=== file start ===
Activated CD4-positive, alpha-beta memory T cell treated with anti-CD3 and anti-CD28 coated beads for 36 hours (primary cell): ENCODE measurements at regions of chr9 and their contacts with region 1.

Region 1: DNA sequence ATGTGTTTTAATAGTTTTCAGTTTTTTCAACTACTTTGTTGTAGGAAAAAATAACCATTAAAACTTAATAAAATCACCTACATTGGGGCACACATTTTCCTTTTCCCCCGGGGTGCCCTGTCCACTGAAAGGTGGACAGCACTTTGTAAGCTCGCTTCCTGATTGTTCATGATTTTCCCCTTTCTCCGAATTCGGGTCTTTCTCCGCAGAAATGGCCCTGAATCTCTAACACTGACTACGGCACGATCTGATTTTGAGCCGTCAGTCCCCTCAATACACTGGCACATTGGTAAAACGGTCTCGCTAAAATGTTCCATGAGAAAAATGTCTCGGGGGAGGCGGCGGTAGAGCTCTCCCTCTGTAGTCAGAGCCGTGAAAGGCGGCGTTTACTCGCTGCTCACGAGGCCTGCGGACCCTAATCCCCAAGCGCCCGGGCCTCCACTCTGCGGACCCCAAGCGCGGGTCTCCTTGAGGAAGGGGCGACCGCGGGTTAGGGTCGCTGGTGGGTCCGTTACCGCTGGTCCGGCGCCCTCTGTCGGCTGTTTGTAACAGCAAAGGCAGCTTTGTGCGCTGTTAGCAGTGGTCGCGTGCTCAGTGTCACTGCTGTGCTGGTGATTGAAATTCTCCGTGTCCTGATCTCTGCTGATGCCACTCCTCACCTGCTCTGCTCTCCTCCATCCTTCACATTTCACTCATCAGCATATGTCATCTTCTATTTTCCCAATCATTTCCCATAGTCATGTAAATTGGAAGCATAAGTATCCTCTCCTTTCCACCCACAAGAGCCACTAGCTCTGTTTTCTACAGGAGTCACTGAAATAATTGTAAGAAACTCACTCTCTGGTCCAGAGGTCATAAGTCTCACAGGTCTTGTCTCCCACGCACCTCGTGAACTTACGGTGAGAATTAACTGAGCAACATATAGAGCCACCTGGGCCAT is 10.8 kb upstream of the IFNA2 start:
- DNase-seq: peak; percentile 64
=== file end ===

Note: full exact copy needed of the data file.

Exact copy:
Activated CD4-positive, alpha-beta memory T cell treated with anti-CD3 and anti-CD28 coated beads for 36 hours (primary cell): ENCODE measurements at regions of chr9 and their contacts with region 1.

Region 1: DNA sequence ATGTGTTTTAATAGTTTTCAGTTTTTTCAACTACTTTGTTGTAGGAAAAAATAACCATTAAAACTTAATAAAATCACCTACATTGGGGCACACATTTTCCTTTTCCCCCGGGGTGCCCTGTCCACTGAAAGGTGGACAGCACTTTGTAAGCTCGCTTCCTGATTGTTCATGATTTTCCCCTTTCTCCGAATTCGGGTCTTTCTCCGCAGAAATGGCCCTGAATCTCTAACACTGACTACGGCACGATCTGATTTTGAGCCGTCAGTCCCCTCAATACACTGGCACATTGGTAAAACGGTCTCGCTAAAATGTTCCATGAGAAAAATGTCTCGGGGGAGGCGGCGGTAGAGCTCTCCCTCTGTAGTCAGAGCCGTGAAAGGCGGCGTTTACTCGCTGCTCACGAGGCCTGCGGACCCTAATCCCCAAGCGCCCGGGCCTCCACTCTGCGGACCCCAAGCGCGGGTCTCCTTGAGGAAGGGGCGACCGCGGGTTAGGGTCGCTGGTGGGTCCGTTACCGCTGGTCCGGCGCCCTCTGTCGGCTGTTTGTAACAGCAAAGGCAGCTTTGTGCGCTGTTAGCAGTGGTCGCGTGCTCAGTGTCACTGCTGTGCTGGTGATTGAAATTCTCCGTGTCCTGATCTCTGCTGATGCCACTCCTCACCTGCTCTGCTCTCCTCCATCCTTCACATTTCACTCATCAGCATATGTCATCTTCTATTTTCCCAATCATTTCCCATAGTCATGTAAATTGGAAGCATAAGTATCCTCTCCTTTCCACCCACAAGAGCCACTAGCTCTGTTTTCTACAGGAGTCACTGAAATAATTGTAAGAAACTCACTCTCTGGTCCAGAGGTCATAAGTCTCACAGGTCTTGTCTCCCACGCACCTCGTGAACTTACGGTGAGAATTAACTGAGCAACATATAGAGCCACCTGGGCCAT is 10.8 kb upstream of the IFNA2 start:
- DNase-seq: peak; percentile 64